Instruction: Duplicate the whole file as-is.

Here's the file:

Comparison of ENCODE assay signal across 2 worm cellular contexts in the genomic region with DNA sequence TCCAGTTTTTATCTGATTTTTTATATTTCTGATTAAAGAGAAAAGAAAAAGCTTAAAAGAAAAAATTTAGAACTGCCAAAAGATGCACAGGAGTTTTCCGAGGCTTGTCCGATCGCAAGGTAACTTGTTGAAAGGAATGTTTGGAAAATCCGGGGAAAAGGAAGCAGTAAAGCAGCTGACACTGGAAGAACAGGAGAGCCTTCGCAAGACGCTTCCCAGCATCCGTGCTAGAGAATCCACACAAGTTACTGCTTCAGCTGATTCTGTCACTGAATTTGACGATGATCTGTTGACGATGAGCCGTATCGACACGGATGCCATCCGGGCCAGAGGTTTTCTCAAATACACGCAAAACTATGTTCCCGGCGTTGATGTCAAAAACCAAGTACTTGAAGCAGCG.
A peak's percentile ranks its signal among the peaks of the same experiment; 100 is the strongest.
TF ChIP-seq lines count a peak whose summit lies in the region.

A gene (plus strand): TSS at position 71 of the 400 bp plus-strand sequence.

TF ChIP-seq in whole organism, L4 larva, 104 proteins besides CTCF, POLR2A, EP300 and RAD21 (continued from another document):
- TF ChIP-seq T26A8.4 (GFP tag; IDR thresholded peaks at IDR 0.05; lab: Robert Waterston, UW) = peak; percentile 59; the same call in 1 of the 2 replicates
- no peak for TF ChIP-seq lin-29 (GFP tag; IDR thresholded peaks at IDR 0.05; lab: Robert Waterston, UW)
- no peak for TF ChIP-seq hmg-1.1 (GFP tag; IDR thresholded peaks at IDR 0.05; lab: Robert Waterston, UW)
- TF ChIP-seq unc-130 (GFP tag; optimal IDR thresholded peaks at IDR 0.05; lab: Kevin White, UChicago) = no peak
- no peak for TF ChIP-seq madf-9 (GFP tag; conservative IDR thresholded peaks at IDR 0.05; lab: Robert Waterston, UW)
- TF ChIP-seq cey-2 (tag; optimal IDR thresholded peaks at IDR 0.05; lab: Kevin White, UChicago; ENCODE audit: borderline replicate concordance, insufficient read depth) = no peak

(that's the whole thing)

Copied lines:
Comparison of ENCODE assay signal across 2 worm cellular contexts in the genomic region with DNA sequence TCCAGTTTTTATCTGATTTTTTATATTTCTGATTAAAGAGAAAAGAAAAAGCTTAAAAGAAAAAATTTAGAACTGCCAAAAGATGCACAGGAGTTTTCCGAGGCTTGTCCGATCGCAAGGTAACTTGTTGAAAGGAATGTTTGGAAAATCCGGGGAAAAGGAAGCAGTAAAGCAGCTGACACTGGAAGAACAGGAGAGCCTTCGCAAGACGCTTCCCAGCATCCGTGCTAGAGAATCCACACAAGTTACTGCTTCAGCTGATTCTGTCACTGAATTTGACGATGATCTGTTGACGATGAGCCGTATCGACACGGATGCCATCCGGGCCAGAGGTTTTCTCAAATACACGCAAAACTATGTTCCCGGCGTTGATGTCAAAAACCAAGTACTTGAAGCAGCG.
A peak's percentile ranks its signal among the peaks of the same experiment; 100 is the strongest.
TF ChIP-seq lines count a peak whose summit lies in the region.

A gene (plus strand): TSS at position 71 of the 400 bp plus-strand sequence.

TF ChIP-seq in whole organism, L4 larva, 104 proteins besides CTCF, POLR2A, EP300 and RAD21 (continued from another document):
- TF ChIP-seq T26A8.4 (GFP tag; IDR thresholded peaks at IDR 0.05; lab: Robert Waterston, UW) = peak; percentile 59; the same call in 1 of the 2 replicates
- no peak for TF ChIP-seq lin-29 (GFP tag; IDR thresholded peaks at IDR 0.05; lab: Robert Waterston, UW)
- no peak for TF ChIP-seq hmg-1.1 (GFP tag; IDR thresholded peaks at IDR 0.05; lab: Robert Waterston, UW)
- TF ChIP-seq unc-130 (GFP tag; optimal IDR thresholded peaks at IDR 0.05; lab: Kevin White, UChicago) = no peak
- no peak for TF ChIP-seq madf-9 (GFP tag; conservative IDR thresholded peaks at IDR 0.05; lab: Robert Waterston, UW)
- TF ChIP-seq cey-2 (tag; optimal IDR thresholded peaks at IDR 0.05; lab: Kevin White, UChicago; ENCODE audit: borderline replicate concordance, insufficient read depth) = no peak